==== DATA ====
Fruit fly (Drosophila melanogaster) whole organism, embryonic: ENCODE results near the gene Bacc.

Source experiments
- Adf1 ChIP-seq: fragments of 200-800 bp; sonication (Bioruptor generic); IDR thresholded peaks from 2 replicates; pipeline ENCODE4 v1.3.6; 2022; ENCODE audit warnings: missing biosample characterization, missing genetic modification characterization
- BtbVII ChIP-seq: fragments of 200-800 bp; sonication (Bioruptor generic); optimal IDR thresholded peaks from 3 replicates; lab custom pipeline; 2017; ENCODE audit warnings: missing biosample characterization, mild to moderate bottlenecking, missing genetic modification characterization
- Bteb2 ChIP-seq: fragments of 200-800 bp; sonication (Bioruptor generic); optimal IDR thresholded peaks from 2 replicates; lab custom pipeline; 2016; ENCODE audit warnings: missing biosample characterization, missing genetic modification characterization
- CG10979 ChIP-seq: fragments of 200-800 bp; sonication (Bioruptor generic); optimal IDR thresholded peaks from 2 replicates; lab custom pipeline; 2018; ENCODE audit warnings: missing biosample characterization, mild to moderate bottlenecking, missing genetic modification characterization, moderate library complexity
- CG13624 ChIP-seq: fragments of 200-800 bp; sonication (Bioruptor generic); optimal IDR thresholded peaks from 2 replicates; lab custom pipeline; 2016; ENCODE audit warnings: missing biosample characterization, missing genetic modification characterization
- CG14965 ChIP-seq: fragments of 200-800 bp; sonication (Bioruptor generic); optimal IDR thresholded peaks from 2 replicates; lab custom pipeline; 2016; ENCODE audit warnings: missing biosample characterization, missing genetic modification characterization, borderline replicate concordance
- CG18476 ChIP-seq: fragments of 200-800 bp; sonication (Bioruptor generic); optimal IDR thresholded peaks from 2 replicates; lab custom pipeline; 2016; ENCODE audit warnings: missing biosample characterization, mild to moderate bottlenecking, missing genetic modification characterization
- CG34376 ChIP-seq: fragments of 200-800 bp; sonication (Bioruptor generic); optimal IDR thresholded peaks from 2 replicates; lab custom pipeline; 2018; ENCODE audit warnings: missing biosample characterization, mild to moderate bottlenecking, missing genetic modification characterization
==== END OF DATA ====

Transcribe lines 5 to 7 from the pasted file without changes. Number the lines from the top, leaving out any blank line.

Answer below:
- Bteb2 ChIP-seq: fragments of 200-800 bp; sonication (Bioruptor generic); optimal IDR thresholded peaks from 2 replicates; lab custom pipeline; 2016; ENCODE audit warnings: missing biosample characterization, missing genetic modification characterization
- CG10979 ChIP-seq: fragments of 200-800 bp; sonication (Bioruptor generic); optimal IDR thresholded peaks from 2 replicates; lab custom pipeline; 2018; ENCODE audit warnings: missing biosample characterization, mild to moderate bottlenecking, missing genetic modification characterization, moderate library complexity
- CG13624 ChIP-seq: fragments of 200-800 bp; sonication (Bioruptor generic); optimal IDR thresholded peaks from 2 replicates; lab custom pipeline; 2016; ENCODE audit warnings: missing biosample characterization, missing genetic modification characterization